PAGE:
Dawn Geske Jul. 7, 2016, 12:23pm


ORLANDO – The incoming Florida Bar president laid out his vision for the year at the legal organization's annual convention.

Florida Bar President William Schifino Jr.’s presentation at the convention in June leveraged the Vision 2016 Commission's future of legal education, technology, bar admissions and access to legal services. Schifino is committed to showing members and the public how the bar is working for them, and the value it brings to them and their practices.

In his vision for technology, Schifino said he wants to help members of the bar better incorporate technology into their practices.

“Rapid advancements in technology mean that today’s lawyer can create greater efficiencies and access real-time information in a way never before possible," Schifino told the Florida Record. "Through programs like its Practice Resource Institute, the bar is helping members embrace new technologies to better manage their practices, better counsel their clients and better serve the citizens of our state.”

Another focus of his presentation was the Constitution Revision Commission, which will meet in January to discuss ideas to update Florida’s Constitution. 

“Constitution Revision Commission meets once every 20 years and is one of five ways the state’s constitution can be amended, so it is critical that Floridians are educated and involved in that process,” Schifino said. “As a member of the Partnership for Revising Florida’s Constitution, the bar is providing bar member and public education across the state, and will be offering to serve as subject matter experts to help inform and empower citizens ahead of what will ultimately be proposed and on the ballot for voter decision in 2018."

Members of the commission have yet to be named. 

“The 37-member appointed commission is tasked with making a thorough review of Florida’s Constitution, holding public hearings throughout the state and possibly recommending changes for voter consideration," Schifino said. "It is intended to be a lengthy and thoughtful process to best reflect and represent the needs of our communities and the will of the electorate."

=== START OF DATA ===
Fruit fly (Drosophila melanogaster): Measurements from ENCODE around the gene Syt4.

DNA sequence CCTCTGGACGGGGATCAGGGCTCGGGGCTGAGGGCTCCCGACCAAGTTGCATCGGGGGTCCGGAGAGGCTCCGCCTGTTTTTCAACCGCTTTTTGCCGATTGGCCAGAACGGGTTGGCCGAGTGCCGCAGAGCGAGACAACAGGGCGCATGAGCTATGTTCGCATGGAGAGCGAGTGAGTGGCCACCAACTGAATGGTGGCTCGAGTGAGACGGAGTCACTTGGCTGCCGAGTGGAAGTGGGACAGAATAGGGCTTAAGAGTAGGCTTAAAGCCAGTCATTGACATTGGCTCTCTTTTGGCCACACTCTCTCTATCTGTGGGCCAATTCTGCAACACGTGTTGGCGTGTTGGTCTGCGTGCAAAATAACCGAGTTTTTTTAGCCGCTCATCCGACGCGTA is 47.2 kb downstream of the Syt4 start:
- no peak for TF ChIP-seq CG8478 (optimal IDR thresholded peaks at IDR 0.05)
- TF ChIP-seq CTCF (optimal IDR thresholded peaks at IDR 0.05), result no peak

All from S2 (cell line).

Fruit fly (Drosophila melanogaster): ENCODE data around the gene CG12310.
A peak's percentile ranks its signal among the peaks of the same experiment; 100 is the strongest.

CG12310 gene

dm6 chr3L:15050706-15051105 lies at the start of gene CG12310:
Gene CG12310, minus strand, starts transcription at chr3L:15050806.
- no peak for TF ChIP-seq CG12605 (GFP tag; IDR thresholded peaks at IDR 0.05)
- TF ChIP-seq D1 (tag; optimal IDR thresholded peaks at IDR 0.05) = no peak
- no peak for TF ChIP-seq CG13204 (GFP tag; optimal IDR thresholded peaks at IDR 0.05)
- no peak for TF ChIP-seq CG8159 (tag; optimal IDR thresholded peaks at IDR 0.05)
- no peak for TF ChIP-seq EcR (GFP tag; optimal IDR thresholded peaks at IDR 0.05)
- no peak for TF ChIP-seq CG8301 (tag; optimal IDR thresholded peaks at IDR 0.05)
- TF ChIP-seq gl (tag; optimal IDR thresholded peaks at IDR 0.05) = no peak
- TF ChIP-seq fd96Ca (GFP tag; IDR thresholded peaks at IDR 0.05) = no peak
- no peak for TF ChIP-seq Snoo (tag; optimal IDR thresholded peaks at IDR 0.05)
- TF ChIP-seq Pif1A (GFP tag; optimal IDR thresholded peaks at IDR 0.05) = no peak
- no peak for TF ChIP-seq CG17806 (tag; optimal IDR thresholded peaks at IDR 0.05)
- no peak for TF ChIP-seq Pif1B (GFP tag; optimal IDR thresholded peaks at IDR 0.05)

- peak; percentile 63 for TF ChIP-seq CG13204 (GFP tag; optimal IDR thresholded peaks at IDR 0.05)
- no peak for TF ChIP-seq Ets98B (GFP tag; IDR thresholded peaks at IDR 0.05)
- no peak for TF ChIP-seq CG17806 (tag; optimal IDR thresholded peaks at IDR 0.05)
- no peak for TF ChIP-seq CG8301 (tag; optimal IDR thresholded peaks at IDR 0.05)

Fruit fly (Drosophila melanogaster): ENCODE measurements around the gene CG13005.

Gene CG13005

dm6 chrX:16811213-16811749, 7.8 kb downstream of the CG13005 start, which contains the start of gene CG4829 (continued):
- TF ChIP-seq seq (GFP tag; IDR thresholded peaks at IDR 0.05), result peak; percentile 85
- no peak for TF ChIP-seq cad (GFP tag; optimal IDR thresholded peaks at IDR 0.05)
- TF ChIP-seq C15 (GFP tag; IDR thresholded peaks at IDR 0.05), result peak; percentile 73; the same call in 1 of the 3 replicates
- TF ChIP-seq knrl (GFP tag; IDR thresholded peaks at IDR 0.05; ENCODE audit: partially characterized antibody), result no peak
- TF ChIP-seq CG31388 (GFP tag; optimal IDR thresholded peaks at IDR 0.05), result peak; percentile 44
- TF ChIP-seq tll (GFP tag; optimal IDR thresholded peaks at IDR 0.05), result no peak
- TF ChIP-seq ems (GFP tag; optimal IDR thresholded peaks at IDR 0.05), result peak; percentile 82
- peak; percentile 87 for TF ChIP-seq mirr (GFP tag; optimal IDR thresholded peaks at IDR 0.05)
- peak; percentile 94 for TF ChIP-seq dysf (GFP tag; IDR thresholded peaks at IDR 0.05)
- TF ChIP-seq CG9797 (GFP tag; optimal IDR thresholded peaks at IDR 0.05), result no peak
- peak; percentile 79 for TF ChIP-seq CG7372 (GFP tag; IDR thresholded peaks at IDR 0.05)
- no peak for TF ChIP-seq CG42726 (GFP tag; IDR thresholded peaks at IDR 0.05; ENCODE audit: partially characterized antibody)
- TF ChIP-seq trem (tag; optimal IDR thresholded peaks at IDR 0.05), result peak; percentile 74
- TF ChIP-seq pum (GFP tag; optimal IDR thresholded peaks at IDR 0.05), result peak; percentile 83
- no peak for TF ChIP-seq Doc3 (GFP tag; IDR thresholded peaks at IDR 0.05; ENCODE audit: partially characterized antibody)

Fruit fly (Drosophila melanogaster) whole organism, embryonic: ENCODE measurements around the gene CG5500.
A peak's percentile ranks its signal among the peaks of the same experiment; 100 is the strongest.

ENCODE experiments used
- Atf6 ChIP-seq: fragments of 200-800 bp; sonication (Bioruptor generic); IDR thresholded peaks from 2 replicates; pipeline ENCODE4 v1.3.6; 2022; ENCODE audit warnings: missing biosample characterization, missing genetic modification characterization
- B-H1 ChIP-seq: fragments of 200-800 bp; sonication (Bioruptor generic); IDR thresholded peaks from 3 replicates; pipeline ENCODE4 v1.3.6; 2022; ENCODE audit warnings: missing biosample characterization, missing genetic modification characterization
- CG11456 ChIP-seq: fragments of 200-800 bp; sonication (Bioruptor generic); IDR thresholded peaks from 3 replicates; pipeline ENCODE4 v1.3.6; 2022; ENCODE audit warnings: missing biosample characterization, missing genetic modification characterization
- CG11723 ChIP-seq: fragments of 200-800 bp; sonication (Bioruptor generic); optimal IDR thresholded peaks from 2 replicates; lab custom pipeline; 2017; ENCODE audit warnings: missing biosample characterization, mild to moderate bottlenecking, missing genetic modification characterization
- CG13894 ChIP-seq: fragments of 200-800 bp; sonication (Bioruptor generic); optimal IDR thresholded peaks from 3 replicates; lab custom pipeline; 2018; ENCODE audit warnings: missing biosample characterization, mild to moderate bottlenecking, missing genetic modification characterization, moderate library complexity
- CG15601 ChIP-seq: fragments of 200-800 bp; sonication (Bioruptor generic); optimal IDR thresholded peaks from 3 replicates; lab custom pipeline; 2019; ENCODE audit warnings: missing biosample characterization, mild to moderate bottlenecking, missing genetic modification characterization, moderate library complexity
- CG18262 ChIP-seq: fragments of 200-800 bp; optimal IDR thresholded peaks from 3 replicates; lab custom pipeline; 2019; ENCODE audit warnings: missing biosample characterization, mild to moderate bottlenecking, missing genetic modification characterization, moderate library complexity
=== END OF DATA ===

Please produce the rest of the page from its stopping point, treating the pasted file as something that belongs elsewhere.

Schifino explained that the last comprehensive review of Florida’s Constitution occurred in 1997-1998.

"At that time, nine amendments were proposed and all but one of them were ultimately passed by Florida voters. including issues ranging from public education and conservation to basic rights and judicial selection," he said. "When the commission is formed and meets in 2017, there is no doubt they will have an opportunity to make similar recommendations that, if approved by voters, can have a lasting impact.”

Beyond the Constitution Revision Commission, Schifino is dedicated to diversity throughout all levels of the judicial system and eliminating gender bias. He also will work to narrow the justice gap for those who can’t afford representation. One of the convention’s main focuses was diversity with women in law, following a discrimination study of female lawyers by the Florida Bar.

Schifino also said that he will work to identify new ways to support the Bar’s members, who are as diverse as the citizens they represent.

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